Good luck with your Mini-me. Have fun. Don't worry too much, and make sure you remember that life is about saying thank you for all the small pleasures: watching them smile (it's not gas), the pleasure you feel when they grab your finger, and the joy that fills you up when you watch them peaceful in sleep. You have been blessed.


I have paid off my mortgage but still have a $35000.00 debt on my Home Equity Line of Credit. I have been contributing approximately $150 every 2 weeks to a company pension fund and contribute $10000.00 annually to my RRSP using my annual bonus. Should I pay off my debt first before contributing to my RRSP to save on Interest?

Name withheld

You sound like a very smart chick. But let me ask you this: Why did you work so hard to pay off your mortgage (your cheapest form of credit) before you paid off your line of credit?

You're not the first person I've seen do this. Nope. You're in lots of company. Sometimes we become so focused on a single goal that we lose sight of the big picture.

So don't make the same mistake twice. Taking any financial step to the exclusion of any other is always a mistake.
That being said, I don't know how old you are or how long you have left to retirement, so I can't tell you whether to put the money in the RRSP or focus on paying down the debt.

With a $35,000 balance on your line, your monthly payments should be no less than $1,000 a month.

If you're managing that, and still have money to invest, then the younger you are, the more you should focus on the RRSP. But you should also be moving into retirement with no debt. So how's this: go ahead and make your maximum contribution to your RRSP, then use your tax refund to pay down your debt.


Hi Gail, I love to watch the show - your straight-forward approach & HAVING A PLAN is awesome. How do I go about following your plan? I know from the times that we have watched that you seem to use percentages, etc. but that it's also based on the specific needs/goals of the couples. We want to use the jars, have a plan, goals but we just don't know how to look at the big picture and narrow it down to the detail that you accomplish.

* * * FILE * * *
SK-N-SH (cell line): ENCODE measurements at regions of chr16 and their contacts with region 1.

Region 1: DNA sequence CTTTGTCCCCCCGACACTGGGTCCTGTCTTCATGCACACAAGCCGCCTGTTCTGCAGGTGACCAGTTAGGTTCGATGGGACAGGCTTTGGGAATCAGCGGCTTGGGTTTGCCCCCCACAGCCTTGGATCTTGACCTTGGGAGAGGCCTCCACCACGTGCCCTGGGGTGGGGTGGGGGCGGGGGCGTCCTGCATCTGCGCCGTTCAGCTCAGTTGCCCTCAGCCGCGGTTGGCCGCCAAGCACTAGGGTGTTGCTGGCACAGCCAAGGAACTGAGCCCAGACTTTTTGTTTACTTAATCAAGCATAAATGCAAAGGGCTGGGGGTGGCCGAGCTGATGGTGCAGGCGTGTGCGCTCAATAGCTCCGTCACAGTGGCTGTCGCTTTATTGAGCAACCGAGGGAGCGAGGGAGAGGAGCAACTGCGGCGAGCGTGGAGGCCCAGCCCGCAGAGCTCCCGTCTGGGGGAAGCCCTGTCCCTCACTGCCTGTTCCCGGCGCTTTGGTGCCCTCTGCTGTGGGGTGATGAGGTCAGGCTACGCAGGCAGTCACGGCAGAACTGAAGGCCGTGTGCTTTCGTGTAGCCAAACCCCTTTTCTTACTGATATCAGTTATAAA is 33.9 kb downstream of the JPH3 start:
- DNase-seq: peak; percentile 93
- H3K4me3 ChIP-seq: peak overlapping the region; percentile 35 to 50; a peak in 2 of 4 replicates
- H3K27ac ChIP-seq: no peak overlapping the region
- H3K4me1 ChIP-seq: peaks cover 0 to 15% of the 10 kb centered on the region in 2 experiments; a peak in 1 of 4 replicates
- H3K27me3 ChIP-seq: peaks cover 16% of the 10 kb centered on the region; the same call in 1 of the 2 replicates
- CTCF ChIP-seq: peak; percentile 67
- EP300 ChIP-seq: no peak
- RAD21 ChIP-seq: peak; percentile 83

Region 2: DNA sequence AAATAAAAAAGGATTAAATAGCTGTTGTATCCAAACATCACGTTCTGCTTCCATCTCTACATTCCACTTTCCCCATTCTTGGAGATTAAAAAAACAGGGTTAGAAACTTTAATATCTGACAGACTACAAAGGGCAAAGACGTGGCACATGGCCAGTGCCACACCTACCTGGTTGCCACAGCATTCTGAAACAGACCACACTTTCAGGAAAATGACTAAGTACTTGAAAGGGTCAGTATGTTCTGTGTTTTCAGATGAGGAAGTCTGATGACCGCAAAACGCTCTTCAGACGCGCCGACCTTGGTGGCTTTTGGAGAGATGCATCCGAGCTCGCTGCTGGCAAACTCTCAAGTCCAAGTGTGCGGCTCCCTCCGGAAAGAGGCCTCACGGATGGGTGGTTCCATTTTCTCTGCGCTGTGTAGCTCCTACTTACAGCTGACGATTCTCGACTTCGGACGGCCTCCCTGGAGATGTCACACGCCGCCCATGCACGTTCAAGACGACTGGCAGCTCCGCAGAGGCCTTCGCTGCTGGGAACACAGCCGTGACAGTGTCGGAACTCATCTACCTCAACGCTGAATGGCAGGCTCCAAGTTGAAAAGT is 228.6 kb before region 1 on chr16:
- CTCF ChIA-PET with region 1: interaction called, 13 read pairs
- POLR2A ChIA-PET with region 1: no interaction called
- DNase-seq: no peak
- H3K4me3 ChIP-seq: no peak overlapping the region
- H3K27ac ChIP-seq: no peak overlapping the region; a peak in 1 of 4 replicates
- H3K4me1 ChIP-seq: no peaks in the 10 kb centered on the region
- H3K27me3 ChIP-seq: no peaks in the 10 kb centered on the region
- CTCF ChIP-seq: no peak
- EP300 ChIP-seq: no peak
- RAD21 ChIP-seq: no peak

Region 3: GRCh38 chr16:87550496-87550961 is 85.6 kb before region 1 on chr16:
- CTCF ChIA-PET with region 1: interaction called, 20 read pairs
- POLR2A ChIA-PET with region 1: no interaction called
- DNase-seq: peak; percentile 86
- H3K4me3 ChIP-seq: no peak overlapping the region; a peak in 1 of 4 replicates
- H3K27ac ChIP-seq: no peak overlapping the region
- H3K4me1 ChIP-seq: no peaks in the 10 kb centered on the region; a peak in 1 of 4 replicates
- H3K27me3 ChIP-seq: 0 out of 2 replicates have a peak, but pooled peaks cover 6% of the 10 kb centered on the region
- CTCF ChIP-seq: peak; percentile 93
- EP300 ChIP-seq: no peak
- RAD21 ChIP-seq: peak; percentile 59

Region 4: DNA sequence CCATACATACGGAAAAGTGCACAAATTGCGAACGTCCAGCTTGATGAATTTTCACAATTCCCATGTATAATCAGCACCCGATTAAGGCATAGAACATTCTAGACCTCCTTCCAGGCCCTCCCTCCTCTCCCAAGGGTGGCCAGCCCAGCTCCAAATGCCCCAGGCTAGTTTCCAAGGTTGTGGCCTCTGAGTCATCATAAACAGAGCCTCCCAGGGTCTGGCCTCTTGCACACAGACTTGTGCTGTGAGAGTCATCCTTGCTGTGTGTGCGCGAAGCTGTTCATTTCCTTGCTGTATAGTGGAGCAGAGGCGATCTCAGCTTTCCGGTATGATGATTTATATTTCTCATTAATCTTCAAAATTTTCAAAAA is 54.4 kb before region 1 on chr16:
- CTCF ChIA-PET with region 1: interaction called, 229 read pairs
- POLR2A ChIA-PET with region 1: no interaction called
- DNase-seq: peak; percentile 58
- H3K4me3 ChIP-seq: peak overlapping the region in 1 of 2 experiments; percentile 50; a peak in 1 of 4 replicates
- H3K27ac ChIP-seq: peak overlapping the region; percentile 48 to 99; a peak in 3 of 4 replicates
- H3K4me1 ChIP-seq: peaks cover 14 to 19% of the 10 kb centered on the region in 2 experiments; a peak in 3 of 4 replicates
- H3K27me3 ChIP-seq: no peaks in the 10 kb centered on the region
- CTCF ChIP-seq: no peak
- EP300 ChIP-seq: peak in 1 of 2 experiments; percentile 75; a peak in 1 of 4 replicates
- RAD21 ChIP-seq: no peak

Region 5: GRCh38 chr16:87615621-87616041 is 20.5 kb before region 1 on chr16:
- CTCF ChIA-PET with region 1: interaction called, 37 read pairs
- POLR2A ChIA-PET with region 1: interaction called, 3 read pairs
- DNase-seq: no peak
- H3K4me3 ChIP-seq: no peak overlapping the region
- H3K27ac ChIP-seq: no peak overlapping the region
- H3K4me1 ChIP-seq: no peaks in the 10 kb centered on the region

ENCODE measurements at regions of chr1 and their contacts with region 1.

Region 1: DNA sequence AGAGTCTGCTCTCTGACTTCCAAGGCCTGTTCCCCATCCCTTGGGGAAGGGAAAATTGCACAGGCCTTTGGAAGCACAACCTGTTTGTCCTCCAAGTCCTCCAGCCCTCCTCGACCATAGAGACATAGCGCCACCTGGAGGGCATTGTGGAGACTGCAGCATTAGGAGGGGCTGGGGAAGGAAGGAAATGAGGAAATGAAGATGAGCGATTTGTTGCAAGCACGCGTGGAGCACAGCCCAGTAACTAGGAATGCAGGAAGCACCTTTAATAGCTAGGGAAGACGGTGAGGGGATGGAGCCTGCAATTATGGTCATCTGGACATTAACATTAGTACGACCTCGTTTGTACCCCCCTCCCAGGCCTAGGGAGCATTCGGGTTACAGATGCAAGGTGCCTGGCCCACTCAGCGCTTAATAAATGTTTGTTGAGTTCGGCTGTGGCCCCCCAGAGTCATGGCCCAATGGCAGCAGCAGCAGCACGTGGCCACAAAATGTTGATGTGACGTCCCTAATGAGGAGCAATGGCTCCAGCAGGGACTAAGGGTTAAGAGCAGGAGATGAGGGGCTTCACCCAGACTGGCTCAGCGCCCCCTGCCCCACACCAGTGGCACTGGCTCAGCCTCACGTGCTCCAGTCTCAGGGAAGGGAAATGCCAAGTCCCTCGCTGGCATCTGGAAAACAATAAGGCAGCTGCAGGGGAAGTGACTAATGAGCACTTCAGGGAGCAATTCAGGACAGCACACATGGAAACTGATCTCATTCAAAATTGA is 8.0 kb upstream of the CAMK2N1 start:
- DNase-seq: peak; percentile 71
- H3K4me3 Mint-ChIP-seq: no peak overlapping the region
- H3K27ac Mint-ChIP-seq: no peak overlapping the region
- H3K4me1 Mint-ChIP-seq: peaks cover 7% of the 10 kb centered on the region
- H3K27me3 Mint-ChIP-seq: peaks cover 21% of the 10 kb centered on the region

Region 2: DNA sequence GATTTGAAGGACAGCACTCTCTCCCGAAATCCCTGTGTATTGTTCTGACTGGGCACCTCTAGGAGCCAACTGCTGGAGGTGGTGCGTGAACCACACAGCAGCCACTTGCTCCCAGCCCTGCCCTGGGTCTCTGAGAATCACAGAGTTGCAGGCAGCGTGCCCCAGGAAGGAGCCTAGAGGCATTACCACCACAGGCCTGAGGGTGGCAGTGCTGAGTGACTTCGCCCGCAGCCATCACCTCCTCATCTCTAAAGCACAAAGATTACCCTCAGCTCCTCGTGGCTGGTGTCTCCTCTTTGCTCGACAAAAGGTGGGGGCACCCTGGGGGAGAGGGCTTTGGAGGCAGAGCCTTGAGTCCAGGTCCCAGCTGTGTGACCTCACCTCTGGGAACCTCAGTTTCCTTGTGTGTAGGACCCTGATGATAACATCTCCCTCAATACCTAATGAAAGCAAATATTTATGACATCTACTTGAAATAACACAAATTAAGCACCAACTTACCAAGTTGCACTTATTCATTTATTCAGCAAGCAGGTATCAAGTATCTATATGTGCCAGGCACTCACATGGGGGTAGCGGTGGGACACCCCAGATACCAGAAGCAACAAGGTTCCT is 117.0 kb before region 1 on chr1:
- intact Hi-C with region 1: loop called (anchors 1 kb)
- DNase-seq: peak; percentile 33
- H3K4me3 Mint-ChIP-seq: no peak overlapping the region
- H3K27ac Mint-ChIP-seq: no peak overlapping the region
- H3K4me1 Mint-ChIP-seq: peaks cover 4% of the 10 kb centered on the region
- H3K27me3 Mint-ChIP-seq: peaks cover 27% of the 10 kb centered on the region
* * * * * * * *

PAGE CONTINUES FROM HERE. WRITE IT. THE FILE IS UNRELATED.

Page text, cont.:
You can do for yourself what I do for couples on the show by going to Gail's Guide to Building a Budget and following the instructions, and the link to Gail’s Interactive Budget Worksheet. You’ll be able to figure out your own budget, and the budget will show you the percentages and what should go into the jars. It’s a bit of trial-and-error to find the right mix, but you have the tool you need to get the job done.


How do you calculate the amount that goes into each of the jars on "Til Debt Do Us Part?" Is there a set formula or is it case by case?


There’s no formula for how much goes in each jar. It really does depend on each individual budget. But you can figure this out for yourself by going to Gail's Guide to Building a Budget and following the instructions, and the link to Gail’s Interactive Budget Worksheet. This worksheet will show you what should go into the jars. It’s a bit of trial-and-error to find the right mix, but keep at the budget until you balance and you’ll have a really good road map to move forward.


I'm a divorced woman with a good job but going nowhere financially because I cannot get it together. Do you have a book with the same philosophy that you have in the show. I want to understand how and how much to use the jars. Do they go into the bank because you've taken their debit cards and get their allowance out for the jars. If I'm paid every two weeks should the budget be two weeks worth? Anything you can do to help would be great - I'm sick of being alone and in debt. Along with life, debt and creditor issues are too much.


You can try finding a copy of my book, A Woman of Independent Means, at the library. I’m planning to make it available through my website in early 2008, but right now it’s out of print – as are all my books – because my publisher, Stoddart, went bankrupt some time ago.

I’m going to write a blog on how to use the jars… look there for The “Magic” Jars.

As for doing your jars bi-weekly, hey girl if that works for you then do it.

I am sorry you are alone and in debt. I’m sorry your life really sucks right now. But it won’t always be like this. We have a mantra in our house that we haul out at every opportunity: “Where we are today, is not where we’ll be tomorrow.”

It’s a truth. And it goes both ways. Your horrible circumstances won’t remain horrible, as long as you’re looking to make it better. And a great life won’t chug along without bumps, which is why we should say “thank you” for every great day we get.

Look for something good to say about your life today. If you can’t find anything, you’re not looking hard enough.